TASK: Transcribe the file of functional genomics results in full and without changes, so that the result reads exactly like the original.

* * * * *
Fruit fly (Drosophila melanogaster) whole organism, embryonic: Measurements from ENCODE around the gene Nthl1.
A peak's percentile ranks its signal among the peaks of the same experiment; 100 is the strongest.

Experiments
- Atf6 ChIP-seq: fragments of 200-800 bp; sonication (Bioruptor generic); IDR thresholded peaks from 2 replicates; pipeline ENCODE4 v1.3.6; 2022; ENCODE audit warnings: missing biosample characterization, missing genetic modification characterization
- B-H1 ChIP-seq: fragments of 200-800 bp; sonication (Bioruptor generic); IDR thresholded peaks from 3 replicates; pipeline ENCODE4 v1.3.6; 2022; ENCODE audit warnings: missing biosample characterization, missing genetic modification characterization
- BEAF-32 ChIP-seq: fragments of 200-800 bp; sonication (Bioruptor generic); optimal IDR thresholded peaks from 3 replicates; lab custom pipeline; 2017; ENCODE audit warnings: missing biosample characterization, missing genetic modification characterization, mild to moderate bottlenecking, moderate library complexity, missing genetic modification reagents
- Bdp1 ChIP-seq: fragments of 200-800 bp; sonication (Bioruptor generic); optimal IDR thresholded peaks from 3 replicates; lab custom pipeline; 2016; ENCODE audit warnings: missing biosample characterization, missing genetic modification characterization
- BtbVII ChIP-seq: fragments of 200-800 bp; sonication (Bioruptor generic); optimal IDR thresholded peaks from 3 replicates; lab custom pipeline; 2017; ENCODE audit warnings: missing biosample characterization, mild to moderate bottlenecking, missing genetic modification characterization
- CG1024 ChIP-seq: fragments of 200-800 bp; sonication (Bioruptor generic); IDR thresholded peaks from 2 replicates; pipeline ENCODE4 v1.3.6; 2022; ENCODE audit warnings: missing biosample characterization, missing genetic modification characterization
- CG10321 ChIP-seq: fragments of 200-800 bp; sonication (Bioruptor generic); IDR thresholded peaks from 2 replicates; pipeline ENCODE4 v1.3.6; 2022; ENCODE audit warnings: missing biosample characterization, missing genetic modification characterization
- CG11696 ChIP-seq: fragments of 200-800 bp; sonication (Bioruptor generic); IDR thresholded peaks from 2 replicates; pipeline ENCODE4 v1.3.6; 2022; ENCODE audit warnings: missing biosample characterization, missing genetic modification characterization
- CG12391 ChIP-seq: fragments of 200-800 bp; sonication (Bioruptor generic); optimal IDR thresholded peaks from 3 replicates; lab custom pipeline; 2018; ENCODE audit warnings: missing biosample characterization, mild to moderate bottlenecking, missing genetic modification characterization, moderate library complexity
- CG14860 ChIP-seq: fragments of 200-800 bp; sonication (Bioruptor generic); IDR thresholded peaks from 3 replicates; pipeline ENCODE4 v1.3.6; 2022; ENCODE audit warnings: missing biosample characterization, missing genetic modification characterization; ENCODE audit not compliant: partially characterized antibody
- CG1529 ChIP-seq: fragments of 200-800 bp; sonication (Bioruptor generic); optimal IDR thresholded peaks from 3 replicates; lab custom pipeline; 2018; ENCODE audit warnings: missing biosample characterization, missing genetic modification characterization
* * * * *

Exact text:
Fruit fly (Drosophila melanogaster) whole organism, embryonic: Measurements from ENCODE around the gene Nthl1.
A peak's percentile ranks its signal among the peaks of the same experiment; 100 is the strongest.

Experiments
- Atf6 ChIP-seq: fragments of 200-800 bp; sonication (Bioruptor generic); IDR thresholded peaks from 2 replicates; pipeline ENCODE4 v1.3.6; 2022; ENCODE audit warnings: missing biosample characterization, missing genetic modification characterization
- B-H1 ChIP-seq: fragments of 200-800 bp; sonication (Bioruptor generic); IDR thresholded peaks from 3 replicates; pipeline ENCODE4 v1.3.6; 2022; ENCODE audit warnings: missing biosample characterization, missing genetic modification characterization
- BEAF-32 ChIP-seq: fragments of 200-800 bp; sonication (Bioruptor generic); optimal IDR thresholded peaks from 3 replicates; lab custom pipeline; 2017; ENCODE audit warnings: missing biosample characterization, missing genetic modification characterization, mild to moderate bottlenecking, moderate library complexity, missing genetic modification reagents
- Bdp1 ChIP-seq: fragments of 200-800 bp; sonication (Bioruptor generic); optimal IDR thresholded peaks from 3 replicates; lab custom pipeline; 2016; ENCODE audit warnings: missing biosample characterization, missing genetic modification characterization
- BtbVII ChIP-seq: fragments of 200-800 bp; sonication (Bioruptor generic); optimal IDR thresholded peaks from 3 replicates; lab custom pipeline; 2017; ENCODE audit warnings: missing biosample characterization, mild to moderate bottlenecking, missing genetic modification characterization
- CG1024 ChIP-seq: fragments of 200-800 bp; sonication (Bioruptor generic); IDR thresholded peaks from 2 replicates; pipeline ENCODE4 v1.3.6; 2022; ENCODE audit warnings: missing biosample characterization, missing genetic modification characterization
- CG10321 ChIP-seq: fragments of 200-800 bp; sonication (Bioruptor generic); IDR thresholded peaks from 2 replicates; pipeline ENCODE4 v1.3.6; 2022; ENCODE audit warnings: missing biosample characterization, missing genetic modification characterization
- CG11696 ChIP-seq: fragments of 200-800 bp; sonication (Bioruptor generic); IDR thresholded peaks from 2 replicates; pipeline ENCODE4 v1.3.6; 2022; ENCODE audit warnings: missing biosample characterization, missing genetic modification characterization
- CG12391 ChIP-seq: fragments of 200-800 bp; sonication (Bioruptor generic); optimal IDR thresholded peaks from 3 replicates; lab custom pipeline; 2018; ENCODE audit warnings: missing biosample characterization, mild to moderate bottlenecking, missing genetic modification characterization, moderate library complexity
- CG14860 ChIP-seq: fragments of 200-800 bp; sonication (Bioruptor generic); IDR thresholded peaks from 3 replicates; pipeline ENCODE4 v1.3.6; 2022; ENCODE audit warnings: missing biosample characterization, missing genetic modification characterization; ENCODE audit not compliant: partially characterized antibody
- CG1529 ChIP-seq: fragments of 200-800 bp; sonication (Bioruptor generic); optimal IDR thresholded peaks from 3 replicates; lab custom pipeline; 2018; ENCODE audit warnings: missing biosample characterization, missing genetic modification characterization